Mike Macon
Mike Macon
  • Hometalker
  • Hanceville, AL

Repair That Missing Trim

6 Materials
2 Hours

That beautiful treasure you found is almost perfect. The exception is, there are a few pieces of the filigree or trim missing. The odds are you will never find a match and it can be quite expensive to have a furniture repair service recreate something that you will paint over. Here is how we do it at

This decorative area of the drawer is missing
This method of repair is actually not difficult to do if you have the knowledge, the products and tools to do it. They are simple: PAM spray (any light oil will work), a hot glue gun, small can of auto bondo with hardener, stir/mixing sticks (I use popsicle sticks) and 120 grit sandpaper. I have included pictures along with the steps.

First, there has to be an area that matches the missing filigree or trim. In my case the piece to the left of my drawers of this mahogany buffet was the same as the pieces missing on the right.
Begin by spraying the right side of the piece you want to match with PAM spray. You can use any light oil. It is merely to help in releasing the mold you will make. Take the hot glue and cover the area you are matching completely.
When the glue cools, add several layers to build up the mold you are creating.
Once that area has totally cooled, carefully lift the mold you created.
Now for the next step, the Bondo. This happens fairly quick and make sure you are not distracted during this process as the bond sets up quickly. Auto Bondo can be purchased at any auto parts store. It comes in two parts. Using the ratio of the bondo, dip out what you think will fit into your mold. Now this part is where you need to have no distractions.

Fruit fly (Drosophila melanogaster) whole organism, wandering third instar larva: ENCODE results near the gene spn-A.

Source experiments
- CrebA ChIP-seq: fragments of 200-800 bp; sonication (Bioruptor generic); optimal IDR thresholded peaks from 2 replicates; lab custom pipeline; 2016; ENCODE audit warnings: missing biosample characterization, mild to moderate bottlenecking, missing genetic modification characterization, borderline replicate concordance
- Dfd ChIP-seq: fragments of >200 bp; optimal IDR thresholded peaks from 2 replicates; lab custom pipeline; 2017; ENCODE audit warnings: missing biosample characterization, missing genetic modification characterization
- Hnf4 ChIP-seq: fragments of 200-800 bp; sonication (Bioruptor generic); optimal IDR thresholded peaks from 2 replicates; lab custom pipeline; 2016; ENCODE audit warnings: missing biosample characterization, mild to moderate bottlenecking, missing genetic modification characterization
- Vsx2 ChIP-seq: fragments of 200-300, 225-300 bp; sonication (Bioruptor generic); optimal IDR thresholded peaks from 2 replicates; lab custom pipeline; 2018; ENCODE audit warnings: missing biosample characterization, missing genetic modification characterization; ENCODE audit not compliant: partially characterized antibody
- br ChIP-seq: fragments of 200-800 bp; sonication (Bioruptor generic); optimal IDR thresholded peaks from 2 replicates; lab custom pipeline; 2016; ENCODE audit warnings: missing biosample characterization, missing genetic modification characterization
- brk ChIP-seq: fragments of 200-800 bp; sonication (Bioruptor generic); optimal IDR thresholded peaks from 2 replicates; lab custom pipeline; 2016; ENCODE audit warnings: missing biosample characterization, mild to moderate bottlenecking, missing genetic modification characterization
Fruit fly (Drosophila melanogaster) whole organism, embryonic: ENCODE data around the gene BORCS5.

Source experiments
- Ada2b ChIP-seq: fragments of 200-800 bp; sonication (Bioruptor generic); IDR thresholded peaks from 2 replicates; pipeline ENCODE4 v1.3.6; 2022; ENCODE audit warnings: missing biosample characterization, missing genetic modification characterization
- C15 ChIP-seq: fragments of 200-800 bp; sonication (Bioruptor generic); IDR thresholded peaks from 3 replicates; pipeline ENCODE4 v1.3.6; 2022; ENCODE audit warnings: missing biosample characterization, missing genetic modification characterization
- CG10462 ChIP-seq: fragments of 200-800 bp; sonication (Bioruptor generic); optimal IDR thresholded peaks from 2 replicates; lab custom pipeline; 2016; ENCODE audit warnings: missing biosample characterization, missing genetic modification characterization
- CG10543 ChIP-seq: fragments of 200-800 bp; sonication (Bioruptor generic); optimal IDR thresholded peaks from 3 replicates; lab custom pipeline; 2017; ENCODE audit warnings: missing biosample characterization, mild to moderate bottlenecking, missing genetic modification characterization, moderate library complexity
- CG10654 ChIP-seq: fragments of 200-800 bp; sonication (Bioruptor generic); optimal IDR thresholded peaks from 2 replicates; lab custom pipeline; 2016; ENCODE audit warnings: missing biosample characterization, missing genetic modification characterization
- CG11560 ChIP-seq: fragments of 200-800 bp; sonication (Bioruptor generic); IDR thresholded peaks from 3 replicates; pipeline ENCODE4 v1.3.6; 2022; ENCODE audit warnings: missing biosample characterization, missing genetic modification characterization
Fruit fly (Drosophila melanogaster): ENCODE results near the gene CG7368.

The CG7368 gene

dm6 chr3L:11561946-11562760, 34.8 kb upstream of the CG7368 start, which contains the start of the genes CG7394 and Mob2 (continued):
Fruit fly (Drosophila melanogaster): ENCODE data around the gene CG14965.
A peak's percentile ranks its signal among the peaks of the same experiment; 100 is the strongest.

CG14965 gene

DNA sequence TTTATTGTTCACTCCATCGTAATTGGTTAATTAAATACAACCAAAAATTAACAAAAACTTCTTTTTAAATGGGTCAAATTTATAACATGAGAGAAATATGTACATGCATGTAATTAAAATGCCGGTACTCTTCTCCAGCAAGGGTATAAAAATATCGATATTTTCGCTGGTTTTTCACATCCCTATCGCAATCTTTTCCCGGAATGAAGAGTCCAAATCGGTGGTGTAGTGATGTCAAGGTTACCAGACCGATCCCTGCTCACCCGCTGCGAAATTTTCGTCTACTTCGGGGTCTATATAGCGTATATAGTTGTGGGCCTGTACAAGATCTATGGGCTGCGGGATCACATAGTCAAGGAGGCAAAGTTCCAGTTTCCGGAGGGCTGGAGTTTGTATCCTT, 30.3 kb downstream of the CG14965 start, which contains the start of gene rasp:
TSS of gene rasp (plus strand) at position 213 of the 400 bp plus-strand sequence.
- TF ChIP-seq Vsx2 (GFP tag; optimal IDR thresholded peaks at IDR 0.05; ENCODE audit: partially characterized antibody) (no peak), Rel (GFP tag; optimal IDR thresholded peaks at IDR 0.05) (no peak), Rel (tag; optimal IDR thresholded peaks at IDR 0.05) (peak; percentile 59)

Add the hardener and mix well using the stirring stick, then place the bondo into the mold and overfill just a bit.
Quickly place the mold in the area that is missing and press in place pushing out the excess. Let this sit and set up. usually 20 minutes.
It will be warm as it sets up and when it feels room temperature it has cured and is ready to remove the mold. Slowly lift up an edge and peel the mold away.
Scrape away and sand the area free of excess bondo, Clean up the oil and you are ready to paint. 
See how easy that was? You can use this same technique on may things, like Jacobean furniture, Caiibre feet, and endless areas that are missing.
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Have a question about this project?

3 of 66 questions
  • Gidget
    on May 25, 2019

    I have an antique picture frame this will be perfect for! Did you consider using wood putty instead of bondo?

    • Tj A
      on Jun 15, 2019

      Simplest answer is to try it. You have little to lose. Air dry clay is very "delicate", meaning it will not take kindly to bumps and such, so factor that in. If it is a picture frame that gets touched by little more than a feather duster, I'd say yes. If it is a furniture moulding, it probably will not be worth the time. Might want to practice how it releases from the mold before getting too invested.

  • Sue
    on May 27, 2019

    Can the new piece be stained instead of painting?

    • Mike Macon
      on May 27, 2019

      Bondo does not accept stain. It would be a challenge to blend it in.

  • Debbie Ventimiglia
    on Jun 1, 2019

    This is ingenious! I applaud you on this inspired fix. Great job!

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